Berlin's Central Station is one of the terminuses of the new line, though next year the service will go even beyond, Source: Depositphotos

First direct night train between Berlin and Brussels since 2008 departs today

First direct night train between Berlin and Brussels since 2008 departs today

An Amsterdam-Barcelona route is also in the works, with a potential stopover in Paris

We are certainly living in a train travel Renaissance in Europe, once a mobility mode considered a bit retro and outdated. A big part of what used to be wonderful about train journeys was the option to travel while you sleep thanks to carriages equipped with beds.

Railway startup European Sleeper has decided to revive exactly that spirit with the launch of a Brussels to Berlin night train line. The first train of this service leaves the station today.

The last time it was possible to take a night train between these two European capitals was in 2008, so the return of that type of service is a sign of shifting attitudes in society and the business sector towards greener mobility, even if it takes longer to travel. Policymakers are also on board, remember that 2021 was the European Year of Rail.

The service will run three times a week in each direction, departing Brussels on Monday, Wednesday and Friday at 7:22 p.m. and arriving in Berlin the next morning at 6:48 a.m. On the way back, the European Sleeper train will leave Berlin on Sunday, Tuesday and Thursday at 10:56 p.m. and roll into Brussels Midi/Zuid at 9:27 a.m. the following morning.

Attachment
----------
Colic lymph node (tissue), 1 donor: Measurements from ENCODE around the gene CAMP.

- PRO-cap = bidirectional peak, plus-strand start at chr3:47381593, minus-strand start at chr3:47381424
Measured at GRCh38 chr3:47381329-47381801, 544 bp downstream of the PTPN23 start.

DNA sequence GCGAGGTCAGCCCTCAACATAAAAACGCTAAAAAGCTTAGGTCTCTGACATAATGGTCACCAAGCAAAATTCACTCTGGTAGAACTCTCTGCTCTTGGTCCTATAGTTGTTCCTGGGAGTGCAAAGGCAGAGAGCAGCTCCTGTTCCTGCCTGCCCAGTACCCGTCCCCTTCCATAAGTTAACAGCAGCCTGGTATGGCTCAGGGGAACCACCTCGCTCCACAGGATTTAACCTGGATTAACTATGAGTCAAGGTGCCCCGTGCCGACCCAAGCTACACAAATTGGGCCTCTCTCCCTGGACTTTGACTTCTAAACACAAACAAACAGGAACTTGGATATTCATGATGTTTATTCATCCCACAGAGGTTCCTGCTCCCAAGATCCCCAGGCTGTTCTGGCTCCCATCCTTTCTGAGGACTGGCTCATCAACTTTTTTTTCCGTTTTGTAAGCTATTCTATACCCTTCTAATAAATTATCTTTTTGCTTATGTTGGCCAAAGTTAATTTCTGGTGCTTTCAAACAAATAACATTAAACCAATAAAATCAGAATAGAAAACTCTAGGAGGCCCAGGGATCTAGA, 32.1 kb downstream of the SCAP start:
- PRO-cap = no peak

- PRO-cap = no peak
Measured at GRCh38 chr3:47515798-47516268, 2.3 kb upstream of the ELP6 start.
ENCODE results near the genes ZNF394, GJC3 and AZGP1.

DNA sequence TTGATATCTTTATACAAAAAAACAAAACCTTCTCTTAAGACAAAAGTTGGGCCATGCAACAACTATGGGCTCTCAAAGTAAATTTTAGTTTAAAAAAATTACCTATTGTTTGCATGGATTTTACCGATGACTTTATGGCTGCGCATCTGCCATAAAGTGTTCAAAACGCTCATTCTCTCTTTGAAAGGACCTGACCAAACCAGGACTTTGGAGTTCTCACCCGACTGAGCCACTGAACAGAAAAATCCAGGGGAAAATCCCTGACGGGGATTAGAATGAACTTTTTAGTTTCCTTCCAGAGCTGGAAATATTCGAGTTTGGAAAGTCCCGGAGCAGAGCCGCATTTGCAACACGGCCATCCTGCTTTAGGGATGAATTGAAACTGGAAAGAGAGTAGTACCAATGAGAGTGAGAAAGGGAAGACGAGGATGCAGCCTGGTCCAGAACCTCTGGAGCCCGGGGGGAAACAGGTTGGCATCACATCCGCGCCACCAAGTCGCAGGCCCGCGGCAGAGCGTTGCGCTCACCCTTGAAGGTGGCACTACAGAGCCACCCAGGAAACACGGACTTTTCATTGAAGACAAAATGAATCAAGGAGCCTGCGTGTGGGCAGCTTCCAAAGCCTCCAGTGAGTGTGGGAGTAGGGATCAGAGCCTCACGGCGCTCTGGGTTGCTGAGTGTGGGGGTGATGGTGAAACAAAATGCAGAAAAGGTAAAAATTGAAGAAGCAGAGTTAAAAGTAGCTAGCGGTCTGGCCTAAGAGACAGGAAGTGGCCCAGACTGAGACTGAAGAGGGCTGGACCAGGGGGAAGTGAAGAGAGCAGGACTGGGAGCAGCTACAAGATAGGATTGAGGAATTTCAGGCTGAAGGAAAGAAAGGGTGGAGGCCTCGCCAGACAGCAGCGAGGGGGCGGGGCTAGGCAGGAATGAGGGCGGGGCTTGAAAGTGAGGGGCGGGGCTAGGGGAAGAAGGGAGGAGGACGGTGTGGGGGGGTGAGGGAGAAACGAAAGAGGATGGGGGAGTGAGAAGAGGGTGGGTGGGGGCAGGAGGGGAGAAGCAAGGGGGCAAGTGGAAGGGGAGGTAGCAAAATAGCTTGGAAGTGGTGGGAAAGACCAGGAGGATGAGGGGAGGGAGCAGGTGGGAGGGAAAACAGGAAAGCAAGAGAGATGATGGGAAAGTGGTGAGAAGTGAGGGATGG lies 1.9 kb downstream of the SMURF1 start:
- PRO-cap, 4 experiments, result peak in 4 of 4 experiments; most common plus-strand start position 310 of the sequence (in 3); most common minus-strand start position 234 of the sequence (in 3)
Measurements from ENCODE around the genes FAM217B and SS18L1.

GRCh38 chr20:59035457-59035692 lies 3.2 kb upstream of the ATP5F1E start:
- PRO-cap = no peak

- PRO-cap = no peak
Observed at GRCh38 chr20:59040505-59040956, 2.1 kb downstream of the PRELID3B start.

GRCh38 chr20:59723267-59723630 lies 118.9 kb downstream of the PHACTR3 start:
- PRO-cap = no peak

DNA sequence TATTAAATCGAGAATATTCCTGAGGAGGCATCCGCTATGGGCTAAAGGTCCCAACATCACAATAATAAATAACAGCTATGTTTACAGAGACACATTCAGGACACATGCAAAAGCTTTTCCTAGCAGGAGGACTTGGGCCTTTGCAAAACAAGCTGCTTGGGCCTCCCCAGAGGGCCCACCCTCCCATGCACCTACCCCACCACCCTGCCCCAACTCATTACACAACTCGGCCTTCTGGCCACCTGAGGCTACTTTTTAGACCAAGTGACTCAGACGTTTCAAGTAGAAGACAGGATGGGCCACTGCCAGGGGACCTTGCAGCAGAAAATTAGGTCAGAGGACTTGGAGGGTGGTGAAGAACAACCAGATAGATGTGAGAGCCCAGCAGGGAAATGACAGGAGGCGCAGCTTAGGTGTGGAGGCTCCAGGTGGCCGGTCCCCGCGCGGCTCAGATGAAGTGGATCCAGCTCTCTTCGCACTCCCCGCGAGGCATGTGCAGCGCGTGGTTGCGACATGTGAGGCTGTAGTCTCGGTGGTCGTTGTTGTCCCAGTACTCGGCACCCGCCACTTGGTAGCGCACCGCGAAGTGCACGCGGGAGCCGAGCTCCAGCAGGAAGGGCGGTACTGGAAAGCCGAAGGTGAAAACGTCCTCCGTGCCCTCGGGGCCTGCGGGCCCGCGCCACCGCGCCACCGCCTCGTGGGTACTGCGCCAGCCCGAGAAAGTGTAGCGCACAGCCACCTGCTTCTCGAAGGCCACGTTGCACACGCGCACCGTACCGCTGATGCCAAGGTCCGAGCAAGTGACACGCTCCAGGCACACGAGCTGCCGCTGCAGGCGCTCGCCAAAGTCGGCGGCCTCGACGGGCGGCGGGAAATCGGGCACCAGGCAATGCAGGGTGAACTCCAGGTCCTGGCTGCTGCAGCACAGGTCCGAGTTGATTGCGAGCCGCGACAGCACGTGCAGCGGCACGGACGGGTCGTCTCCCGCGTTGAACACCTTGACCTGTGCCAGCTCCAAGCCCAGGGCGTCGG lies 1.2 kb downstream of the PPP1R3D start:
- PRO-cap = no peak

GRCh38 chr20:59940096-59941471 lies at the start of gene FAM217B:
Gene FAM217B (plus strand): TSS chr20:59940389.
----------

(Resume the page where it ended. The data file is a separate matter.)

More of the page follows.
The route will pass through other major cities, such as Amsterdam and Rotterdam, in the Netherlands. What’s more, there are plans to extend it beyond Berlin so that it will reach Dresden and Prague in 2024.

Stress-free travel to expand across the continent

The Dutch-Belgian startup company has the ambition to make night travelling fashionable again and to wean the European public from its dependence on budget airlines. The latter have become less low-cost in the context of inflation surges.

The company promises to add a new connection to the map every year. The next big railway service in the books is one that will start from Amsterdam and end in Barcelona in order to open up the Mediterranean.

That route will also go through Brussels and potentially Paris and is expected to start operating sometime in 2025 or 2026. It has also been cited as one of the 10 pilot projects to receive funding and support from the European Commission with the aim of boosting cross-border travel and making Europe a legit and functioning single railway market.



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